“On an x-ray of the provision of Section 5 of the Act, it is evincible that there is ample guidance inherent in it inasmuch as it refers to “activities of the organisation”, or “the ideology propagated by the organisation” or the “programme of the organisation” having nexus with the activities of any political nature. The said terms are in large expanse but can never be regarded as vague or uncertain. That apart, the proviso clearly sets out that the Rules shall be framed specifying the grounds on which the organisation shall be classified and regarded as an organisation of a political nature. On a scrutiny of the language employed, it is quite vivid that the rule making authority has been empowered to specify the grounds. Thus, the legislature after stating and laying down the area has left the specific grounds to the rule making authority. It by no means, can be regarded or treated as an abdication of the essential legislative function. At this juncture, we may state that despite the widening spectrum of Article 14 of the Constitution, it is to be borne in mind that the challenge on lack of guidance cannot be thought of in a vacuum…….
A provision is not to be tested on the parameters of abstraction. As we find there is guidance and further grounds have been envisaged to be set out regard being had to the activities and other facets and, hence, it cannot be termed as arbitrary. Thus, the assail under the touchstone of Article 14, is without any substance……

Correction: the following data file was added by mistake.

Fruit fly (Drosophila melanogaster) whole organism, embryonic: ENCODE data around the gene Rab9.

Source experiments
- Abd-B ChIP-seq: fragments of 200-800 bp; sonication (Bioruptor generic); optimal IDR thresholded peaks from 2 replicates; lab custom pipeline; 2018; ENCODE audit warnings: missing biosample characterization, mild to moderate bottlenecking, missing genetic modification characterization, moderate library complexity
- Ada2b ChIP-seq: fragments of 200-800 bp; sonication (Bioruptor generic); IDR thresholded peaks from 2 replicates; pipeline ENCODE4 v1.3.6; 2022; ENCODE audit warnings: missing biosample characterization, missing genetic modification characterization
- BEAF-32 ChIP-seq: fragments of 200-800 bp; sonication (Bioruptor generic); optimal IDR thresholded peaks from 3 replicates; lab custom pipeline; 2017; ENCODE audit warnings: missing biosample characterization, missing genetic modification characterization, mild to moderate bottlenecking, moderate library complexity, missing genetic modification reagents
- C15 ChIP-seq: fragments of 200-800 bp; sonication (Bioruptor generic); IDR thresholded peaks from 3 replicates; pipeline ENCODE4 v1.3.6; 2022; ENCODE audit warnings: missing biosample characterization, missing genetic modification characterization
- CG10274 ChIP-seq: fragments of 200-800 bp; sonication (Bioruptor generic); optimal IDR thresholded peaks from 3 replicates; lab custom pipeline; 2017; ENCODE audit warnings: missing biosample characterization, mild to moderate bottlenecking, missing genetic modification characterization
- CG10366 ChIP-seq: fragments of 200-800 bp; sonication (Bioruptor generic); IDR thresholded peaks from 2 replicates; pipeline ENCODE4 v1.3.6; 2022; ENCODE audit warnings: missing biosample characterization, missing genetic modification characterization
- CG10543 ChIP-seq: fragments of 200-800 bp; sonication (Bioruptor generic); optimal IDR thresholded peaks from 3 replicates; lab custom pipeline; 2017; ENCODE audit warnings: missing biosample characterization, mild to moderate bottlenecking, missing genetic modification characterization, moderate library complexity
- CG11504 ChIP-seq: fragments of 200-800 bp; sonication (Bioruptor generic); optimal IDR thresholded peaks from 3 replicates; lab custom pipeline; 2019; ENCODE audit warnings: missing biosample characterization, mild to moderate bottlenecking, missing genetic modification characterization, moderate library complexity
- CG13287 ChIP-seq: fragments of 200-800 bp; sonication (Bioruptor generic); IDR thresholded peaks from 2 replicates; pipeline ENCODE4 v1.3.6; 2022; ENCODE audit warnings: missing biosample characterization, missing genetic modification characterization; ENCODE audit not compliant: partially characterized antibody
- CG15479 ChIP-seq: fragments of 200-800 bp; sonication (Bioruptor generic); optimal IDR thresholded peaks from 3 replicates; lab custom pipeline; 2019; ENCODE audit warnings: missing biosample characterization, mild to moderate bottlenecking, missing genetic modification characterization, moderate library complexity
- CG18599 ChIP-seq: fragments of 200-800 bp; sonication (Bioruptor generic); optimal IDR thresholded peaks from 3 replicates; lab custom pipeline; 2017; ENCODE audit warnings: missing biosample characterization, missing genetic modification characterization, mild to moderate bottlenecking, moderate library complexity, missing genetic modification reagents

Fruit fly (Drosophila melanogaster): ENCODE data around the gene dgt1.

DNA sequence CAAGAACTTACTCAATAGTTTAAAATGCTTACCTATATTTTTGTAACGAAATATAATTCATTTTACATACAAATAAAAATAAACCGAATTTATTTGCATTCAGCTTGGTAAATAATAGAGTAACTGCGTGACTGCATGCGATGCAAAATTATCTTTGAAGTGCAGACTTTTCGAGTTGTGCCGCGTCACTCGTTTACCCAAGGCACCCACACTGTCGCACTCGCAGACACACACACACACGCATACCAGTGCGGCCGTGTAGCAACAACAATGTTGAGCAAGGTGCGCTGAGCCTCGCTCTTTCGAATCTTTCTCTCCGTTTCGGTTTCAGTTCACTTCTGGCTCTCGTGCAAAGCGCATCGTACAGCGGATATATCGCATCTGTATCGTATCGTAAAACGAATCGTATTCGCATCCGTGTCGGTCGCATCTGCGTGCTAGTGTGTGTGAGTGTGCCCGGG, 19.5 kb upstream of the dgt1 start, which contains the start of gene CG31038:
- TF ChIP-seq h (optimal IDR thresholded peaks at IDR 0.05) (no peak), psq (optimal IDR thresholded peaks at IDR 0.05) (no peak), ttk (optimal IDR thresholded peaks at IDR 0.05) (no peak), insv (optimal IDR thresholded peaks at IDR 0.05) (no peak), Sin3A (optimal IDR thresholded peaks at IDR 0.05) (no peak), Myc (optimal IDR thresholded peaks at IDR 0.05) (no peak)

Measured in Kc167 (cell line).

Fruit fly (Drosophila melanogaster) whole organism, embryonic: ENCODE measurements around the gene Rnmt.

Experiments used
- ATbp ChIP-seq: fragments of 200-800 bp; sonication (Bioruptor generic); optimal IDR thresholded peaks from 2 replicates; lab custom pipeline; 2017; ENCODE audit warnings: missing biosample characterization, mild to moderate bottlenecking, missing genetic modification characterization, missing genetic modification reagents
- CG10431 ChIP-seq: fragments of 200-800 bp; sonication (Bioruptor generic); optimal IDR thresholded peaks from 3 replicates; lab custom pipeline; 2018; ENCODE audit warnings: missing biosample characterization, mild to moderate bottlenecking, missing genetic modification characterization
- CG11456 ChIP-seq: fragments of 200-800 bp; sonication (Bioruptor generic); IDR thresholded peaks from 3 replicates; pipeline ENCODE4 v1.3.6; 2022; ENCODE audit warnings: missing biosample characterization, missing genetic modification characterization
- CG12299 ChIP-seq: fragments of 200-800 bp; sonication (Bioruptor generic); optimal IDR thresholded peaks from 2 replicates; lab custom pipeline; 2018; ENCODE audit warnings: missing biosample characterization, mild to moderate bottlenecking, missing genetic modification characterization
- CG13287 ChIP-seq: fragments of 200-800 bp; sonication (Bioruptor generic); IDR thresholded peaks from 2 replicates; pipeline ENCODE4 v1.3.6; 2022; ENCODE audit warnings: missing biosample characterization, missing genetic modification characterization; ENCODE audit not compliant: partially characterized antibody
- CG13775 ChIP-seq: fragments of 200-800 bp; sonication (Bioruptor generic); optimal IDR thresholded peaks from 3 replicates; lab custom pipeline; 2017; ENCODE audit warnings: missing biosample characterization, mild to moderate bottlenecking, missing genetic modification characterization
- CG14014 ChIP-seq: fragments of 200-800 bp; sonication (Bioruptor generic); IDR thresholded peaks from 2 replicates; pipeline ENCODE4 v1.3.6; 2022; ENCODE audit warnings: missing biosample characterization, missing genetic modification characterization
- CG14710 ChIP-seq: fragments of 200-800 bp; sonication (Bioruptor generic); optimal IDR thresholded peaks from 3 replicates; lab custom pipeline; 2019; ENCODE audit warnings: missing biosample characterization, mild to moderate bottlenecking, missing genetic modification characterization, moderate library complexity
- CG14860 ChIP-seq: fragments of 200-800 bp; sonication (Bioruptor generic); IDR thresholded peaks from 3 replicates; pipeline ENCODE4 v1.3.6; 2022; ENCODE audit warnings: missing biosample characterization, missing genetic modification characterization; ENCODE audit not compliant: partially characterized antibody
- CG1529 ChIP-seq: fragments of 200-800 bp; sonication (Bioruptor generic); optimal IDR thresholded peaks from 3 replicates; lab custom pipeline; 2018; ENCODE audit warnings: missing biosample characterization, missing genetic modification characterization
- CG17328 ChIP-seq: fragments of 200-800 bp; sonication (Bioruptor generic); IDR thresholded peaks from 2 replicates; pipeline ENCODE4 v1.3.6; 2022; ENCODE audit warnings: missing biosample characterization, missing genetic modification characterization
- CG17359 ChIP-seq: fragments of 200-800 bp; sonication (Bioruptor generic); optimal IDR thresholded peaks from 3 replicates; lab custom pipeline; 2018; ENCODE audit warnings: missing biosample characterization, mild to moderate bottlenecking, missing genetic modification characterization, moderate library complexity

The 2010 Act has been brought into existence to consolidate the law to regulate the acceptance and utilization of foreign contribution or foreign hospitality by certain individuals or associations or companies and to prohibit acceptance and utilization of foreign contribution or foreign hospitality for any activities detrimental to the national interest and for matters connected therewith and incidental thereto. The law has been enacted by the Parliament to ensure that the parliamentary institutions, political association and academic and other voluntary organizations as well as individuals working in important areas of national life should function in a manner consistent with the values of Sovereign Democratic Republic of India. Article 19(1)(a) confers on all citizens the right of freedom of speech and expression. Article 19(2) enables the State to impose reasonable restrictions in the interest of sovereignty and integrity of India, security of the State, friendly relations with foreign States, public order, decency or morality, etc. Thus, imposition of reasonable restriction is permissible.
What is restricted is acceptance of foreign contribution.There is no prohibition or restriction on voicing the plight or grievances of the marginalized sections of people or to protest as permissible in a democratic body polity under the framework of the Constitution.”
(For whole judgement of Delhi High Court See Indian Social Action vs The Union Of India; Dated 16 September, 2011 through its Division Bench consisting of Chief Justice Dipak Misra and Sanjeev Khanna, J.)